The 8th Annual Immuno-Oncology 360° (IO360°) event was held March 16–18, 2022, in New York City. IO360° 2022 attracted a gathering of more than 450 attendees, representing industry, academia, and investment; 125+ speakers; 80+ IO topics; and 9+ hours of networking.

Day one began with opening remarks from chairs Axel Hoos, MD, PhD, CEO of Scorpion Therapeutics, and James Gulley, MD, PhD, Chief, Genitourinary Malignancies Branch, Director, Medical Oncology Service, Center for Cancer Research, National Cancer Institute, National Institutes of Health.

The opening keynote was from Nobel Laureate Gregg Semenza, MD, PhD, Director, Vascular Program, Institute for Cell Engineering, and Professor of Genetic Medicine, at Johns Hopkins University School of Medicine (Figure 1). Dr Semenza discussed his research into hypoxia-inducible factors (HIF) and the impact of HIF inhibition on immunotherapy cancer treatment.

Figure 1

Nobel Laureate Gregg Semenza, MD, PhD, Johns Hopkins University, discussed his research into hypoxia-inducible factors (HIF) and the impact of HIF inhibition on immunotherapy cancer treatment.

Figure 1

Nobel Laureate Gregg Semenza, MD, PhD, Johns Hopkins University, discussed his research into hypoxia-inducible factors (HIF) and the impact of HIF inhibition on immunotherapy cancer treatment.

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Daniel Chen, MD, PhD, Founder, Engenuity Life Sciences, gave the Zeitgeist Talk. Dr Chen provided a broad understanding of the IO landscape a decade after checkpoint inhibitors: what is known, what needs to be known, and how to get there faster.

Plenary talks covered discovery phase, translational, and biomarker research. There were two tracks focused on clinical operations and advancements in imaging. Five companies participated in the IO360° biotech showcase.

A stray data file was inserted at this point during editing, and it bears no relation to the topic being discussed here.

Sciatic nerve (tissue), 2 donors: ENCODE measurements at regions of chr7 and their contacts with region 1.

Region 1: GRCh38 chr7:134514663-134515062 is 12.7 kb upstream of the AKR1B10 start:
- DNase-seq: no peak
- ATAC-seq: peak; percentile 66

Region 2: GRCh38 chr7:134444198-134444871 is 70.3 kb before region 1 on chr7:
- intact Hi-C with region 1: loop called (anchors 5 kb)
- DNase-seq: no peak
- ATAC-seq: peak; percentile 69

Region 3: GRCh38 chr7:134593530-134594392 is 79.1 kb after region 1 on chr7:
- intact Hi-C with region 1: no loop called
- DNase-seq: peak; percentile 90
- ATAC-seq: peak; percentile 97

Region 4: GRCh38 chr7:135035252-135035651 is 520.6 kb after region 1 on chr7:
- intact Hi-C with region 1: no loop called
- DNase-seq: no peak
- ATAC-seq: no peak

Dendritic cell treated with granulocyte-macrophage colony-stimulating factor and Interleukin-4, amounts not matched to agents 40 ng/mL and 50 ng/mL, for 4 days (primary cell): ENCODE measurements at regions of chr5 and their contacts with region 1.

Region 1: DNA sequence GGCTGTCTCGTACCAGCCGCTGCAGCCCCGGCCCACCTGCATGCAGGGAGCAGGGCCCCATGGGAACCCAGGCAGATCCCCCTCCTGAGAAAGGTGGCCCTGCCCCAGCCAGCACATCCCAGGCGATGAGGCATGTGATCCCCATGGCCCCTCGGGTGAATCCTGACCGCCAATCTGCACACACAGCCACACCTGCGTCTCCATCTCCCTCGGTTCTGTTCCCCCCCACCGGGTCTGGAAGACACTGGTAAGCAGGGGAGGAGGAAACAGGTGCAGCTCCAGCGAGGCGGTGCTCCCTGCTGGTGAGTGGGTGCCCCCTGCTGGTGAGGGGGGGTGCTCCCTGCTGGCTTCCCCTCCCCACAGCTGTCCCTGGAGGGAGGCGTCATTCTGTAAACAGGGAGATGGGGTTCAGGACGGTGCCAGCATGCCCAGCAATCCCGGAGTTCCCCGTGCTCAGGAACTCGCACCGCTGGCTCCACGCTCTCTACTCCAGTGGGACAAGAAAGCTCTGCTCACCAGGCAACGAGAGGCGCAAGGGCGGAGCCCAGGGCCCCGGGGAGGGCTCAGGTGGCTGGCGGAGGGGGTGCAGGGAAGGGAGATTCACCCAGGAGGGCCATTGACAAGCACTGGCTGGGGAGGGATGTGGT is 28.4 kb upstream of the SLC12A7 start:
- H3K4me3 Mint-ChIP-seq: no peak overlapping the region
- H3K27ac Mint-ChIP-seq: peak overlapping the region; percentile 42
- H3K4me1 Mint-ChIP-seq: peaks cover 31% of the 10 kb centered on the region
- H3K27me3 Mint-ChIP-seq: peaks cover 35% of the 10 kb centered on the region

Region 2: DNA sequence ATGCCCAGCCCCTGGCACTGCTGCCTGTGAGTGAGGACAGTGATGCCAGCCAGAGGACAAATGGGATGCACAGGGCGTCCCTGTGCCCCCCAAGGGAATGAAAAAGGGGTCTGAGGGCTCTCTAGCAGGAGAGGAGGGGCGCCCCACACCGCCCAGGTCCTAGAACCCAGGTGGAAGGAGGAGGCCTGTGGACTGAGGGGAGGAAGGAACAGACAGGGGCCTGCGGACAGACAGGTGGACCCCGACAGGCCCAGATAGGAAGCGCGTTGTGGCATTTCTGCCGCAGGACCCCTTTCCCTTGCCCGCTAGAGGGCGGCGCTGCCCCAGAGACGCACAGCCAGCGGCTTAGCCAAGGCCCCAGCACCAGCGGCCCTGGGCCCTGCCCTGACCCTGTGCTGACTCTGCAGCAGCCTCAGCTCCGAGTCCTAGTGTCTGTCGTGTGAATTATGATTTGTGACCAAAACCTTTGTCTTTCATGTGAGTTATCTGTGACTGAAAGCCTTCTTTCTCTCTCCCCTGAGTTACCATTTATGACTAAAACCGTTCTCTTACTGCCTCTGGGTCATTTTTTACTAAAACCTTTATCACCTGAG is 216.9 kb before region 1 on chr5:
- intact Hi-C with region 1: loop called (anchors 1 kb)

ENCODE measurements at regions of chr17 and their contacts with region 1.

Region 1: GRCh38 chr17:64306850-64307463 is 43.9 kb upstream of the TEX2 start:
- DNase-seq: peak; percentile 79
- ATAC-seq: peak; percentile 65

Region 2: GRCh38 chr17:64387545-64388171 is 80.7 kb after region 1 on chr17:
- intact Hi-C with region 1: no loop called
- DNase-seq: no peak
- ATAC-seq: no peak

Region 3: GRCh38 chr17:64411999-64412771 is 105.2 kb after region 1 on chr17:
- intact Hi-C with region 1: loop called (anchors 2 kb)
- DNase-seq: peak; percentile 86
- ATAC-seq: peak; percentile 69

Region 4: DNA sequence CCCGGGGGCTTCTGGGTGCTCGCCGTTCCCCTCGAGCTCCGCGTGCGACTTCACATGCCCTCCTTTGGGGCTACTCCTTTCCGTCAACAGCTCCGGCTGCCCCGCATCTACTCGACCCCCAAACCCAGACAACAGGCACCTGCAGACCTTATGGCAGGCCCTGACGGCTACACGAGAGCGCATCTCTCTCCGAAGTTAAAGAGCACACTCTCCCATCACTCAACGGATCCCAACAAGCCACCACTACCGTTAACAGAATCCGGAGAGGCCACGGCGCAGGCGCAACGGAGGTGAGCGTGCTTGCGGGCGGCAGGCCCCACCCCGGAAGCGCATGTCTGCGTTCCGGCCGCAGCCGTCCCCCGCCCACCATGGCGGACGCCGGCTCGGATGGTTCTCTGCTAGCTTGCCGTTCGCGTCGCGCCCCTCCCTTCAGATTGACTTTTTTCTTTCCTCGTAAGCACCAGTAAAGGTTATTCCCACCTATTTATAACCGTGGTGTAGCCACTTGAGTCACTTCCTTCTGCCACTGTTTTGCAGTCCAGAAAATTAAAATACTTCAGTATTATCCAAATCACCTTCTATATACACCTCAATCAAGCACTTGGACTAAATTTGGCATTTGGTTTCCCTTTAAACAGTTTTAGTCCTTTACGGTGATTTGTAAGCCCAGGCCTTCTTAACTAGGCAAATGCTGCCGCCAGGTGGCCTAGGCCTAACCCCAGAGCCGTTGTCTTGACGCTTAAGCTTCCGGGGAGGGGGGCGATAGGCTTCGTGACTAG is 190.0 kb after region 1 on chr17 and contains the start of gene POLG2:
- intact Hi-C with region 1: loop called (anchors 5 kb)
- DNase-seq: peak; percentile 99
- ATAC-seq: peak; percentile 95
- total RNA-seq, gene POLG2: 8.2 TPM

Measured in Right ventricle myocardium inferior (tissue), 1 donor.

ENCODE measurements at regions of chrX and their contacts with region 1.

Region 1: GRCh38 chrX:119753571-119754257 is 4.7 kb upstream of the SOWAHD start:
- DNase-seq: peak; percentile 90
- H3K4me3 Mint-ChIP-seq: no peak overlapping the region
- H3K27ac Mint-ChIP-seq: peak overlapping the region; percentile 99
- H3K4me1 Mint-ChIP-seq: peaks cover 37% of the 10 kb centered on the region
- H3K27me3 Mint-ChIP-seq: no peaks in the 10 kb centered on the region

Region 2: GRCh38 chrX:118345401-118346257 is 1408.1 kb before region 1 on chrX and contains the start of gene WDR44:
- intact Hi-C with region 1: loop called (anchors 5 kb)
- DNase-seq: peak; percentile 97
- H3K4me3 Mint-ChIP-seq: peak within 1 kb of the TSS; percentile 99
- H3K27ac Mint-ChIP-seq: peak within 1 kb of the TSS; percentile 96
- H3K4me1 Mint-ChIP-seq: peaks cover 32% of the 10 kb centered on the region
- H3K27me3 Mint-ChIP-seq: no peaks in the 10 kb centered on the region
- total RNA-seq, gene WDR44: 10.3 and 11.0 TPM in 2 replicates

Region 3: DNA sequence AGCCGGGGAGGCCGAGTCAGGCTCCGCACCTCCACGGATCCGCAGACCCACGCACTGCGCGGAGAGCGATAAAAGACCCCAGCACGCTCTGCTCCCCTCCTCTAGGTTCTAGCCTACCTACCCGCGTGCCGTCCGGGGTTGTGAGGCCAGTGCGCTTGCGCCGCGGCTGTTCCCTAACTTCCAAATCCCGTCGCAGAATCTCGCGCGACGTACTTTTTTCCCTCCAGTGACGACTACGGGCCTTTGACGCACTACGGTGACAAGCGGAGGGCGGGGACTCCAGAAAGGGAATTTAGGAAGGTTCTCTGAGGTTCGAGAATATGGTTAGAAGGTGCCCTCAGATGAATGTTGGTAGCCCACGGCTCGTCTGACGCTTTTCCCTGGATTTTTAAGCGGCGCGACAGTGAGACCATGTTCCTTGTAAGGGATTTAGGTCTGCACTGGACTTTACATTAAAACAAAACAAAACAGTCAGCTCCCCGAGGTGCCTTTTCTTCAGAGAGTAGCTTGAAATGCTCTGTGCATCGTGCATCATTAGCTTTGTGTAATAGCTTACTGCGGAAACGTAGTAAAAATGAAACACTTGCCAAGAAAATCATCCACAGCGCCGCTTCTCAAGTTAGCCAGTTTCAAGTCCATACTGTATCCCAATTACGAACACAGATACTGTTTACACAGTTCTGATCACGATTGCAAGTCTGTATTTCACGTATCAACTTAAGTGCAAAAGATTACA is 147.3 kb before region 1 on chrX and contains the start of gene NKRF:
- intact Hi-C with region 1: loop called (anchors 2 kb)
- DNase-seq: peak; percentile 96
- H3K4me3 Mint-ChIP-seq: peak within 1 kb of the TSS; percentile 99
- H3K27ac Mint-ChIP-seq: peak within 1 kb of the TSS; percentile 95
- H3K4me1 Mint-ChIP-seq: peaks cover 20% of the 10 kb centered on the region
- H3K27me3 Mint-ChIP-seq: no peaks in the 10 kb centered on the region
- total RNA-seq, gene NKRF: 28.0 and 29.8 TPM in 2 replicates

At the annual IO360° debate, Kristen Hege, MD, Senior Vice President, Early Clinical Development, Hematology/Oncology and Cell Therapy, Bristol Myers Squibb (BMS), and Bob Valamehr, PhD, Chief Research and Development Officer, Fate Therapeutics, debated whether natural killer cells or T cells were the future for chimeric antigen receptor (CAR) therapy. After day one, several attendees took a guided historical walk of New York City's first landmark district, Brooklyn Heights.

Day two began with a welcome from Dr Gulley and a keynote from Rachel Haurwitz, PhD, CEO of Caribou Biosciences (Figure 2). Dr Haurwitz presented on her company's use of CRISPR (clustered regularly interspaced short palindromic repeats) to create allogeneic CAR T cell therapies.

Figure 2

CEO of Caribou Biosciences, Rachel Haurwitz, PhD, presented on her company's use of CRISPR to create allogeneic CAR therapies.

Figure 2

CEO of Caribou Biosciences, Rachel Haurwitz, PhD, presented on her company's use of CRISPR to create allogeneic CAR therapies.

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Andrew Baum, MD, Managing Director, Equity Research, Citi, gave his annual “Top 10 Recommendations” talk and what is next on the IO radar (Figure 3). The track sessions were divided among business development, novel technologies, translational updates, and the annual Cell and Gene Therapy Day. The Cell and Gene Therapy Day keynote, Christine Brown, PhD, Deputy Director, T Cell Therapeutics Research Laboratory, Beckman Research Institute, City of Hope (Figure 4), described the approach her laboratory was taking in CAR-T treatment of glioblastoma. It ended with the 7th Annual Networking Reception.

Figure 3

Andrew Baum, MD, Citi, returned for his annual presentation of his top 10 recommendations and what is next on the immuno-oncology radar.

Figure 3

Andrew Baum, MD, Citi, returned for his annual presentation of his top 10 recommendations and what is next on the immuno-oncology radar.

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Figure 4